-- Robert Preidt
TUESDAY, Nov. 29 (HealthDay News) -- Creative thinkers are more
likely to cheat than those who are less creative, perhaps because
being an original thinker increases a person's ability to
rationalize their actions, according to a new study.
Harvard and Duke University researchers conducted five
experiments to determine whether creative people would cheat in
situations where they could justify their dishonesty. The findings
appear online in the
Journal of Personality and Social Psychology.
"Greater creativity helps individuals solve difficult tasks across many domains, but creative sparks may lead individuals to take unethical routes when searching for solutions to problems and tasks," lead researcher Francesca Gino of Harvard University said in a journal news release.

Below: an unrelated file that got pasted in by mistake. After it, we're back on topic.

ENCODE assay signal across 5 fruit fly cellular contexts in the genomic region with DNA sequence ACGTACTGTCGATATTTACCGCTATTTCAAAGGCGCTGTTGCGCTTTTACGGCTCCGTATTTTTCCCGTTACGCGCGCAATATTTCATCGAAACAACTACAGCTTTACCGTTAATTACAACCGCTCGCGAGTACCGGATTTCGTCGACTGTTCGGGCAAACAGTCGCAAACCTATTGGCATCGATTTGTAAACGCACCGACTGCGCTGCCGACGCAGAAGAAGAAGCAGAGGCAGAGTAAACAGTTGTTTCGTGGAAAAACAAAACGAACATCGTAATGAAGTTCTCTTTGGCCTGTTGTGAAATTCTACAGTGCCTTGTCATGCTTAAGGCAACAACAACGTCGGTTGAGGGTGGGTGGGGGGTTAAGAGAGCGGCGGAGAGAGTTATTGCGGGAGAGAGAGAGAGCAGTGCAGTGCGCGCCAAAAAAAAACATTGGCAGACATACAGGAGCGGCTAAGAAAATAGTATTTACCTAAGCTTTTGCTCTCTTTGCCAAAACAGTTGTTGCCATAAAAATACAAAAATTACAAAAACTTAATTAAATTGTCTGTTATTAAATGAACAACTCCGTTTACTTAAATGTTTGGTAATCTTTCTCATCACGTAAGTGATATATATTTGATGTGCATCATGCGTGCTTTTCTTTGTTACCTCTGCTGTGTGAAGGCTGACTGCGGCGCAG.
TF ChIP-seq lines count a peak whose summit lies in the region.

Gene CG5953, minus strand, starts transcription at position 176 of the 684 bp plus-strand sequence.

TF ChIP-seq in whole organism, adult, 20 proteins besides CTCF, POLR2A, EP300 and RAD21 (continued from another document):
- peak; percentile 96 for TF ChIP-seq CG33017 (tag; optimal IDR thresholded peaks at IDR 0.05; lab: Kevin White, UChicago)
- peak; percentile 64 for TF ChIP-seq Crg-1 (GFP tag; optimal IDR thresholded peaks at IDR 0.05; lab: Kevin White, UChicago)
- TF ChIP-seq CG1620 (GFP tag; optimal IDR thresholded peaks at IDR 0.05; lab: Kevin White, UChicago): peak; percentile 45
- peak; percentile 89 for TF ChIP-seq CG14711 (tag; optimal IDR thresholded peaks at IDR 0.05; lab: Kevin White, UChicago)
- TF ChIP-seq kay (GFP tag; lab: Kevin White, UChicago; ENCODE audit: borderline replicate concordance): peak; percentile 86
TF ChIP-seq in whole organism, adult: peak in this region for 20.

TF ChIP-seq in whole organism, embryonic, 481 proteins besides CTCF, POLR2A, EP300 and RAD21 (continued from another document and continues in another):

The participants' creativity and intelligence were tested and
they were given a small amount of money just for showing up. In
each experiment, they were given tasks or tests where they could
get paid more if they took advantage of opportunities for
The chances to cheat were purposely staged by the researchers,
but the participants didn't know that.
The study found that more creative people were much more likely
to cheat and that there was no link between intelligence and
dishonesty. For example, more intelligent but less creative people
were not more likely to cheat.
"Dishonesty and innovation are two of the topics most widely written about in the popular press," the researchers wrote. "Yet, to date, the relationship between creativity and dishonest behavior has not been studied empirically. The results from the current article indicate that, in fact, people who are creative or work in environments that promote creative thinking may be the most at risk when they face ethical dilemmas."
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